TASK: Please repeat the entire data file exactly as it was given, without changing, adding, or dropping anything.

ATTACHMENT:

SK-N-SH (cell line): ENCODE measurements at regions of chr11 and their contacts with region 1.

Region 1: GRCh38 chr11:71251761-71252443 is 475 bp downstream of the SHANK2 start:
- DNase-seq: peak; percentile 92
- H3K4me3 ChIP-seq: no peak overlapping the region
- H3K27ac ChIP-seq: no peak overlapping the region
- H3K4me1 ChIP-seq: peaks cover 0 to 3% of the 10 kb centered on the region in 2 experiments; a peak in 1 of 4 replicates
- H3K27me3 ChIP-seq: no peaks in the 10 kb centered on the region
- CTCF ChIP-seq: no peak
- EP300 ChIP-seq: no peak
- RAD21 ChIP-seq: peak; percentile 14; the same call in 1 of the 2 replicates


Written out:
SK-N-SH (cell line): ENCODE measurements at regions of chr11 and their contacts with region 1.

Region 1: GRCh38 chr11:71251761-71252443 is 475 bp downstream of the SHANK2 start:
- DNase-seq: peak; percentile 92
- H3K4me3 ChIP-seq: no peak overlapping the region
- H3K27ac ChIP-seq: no peak overlapping the region
- H3K4me1 ChIP-seq: peaks cover 0 to 3% of the 10 kb centered on the region in 2 experiments; a peak in 1 of 4 replicates
- H3K27me3 ChIP-seq: no peaks in the 10 kb centered on the region
- CTCF ChIP-seq: no peak
- EP300 ChIP-seq: no peak
- RAD21 ChIP-seq: peak; percentile 14; the same call in 1 of the 2 replicates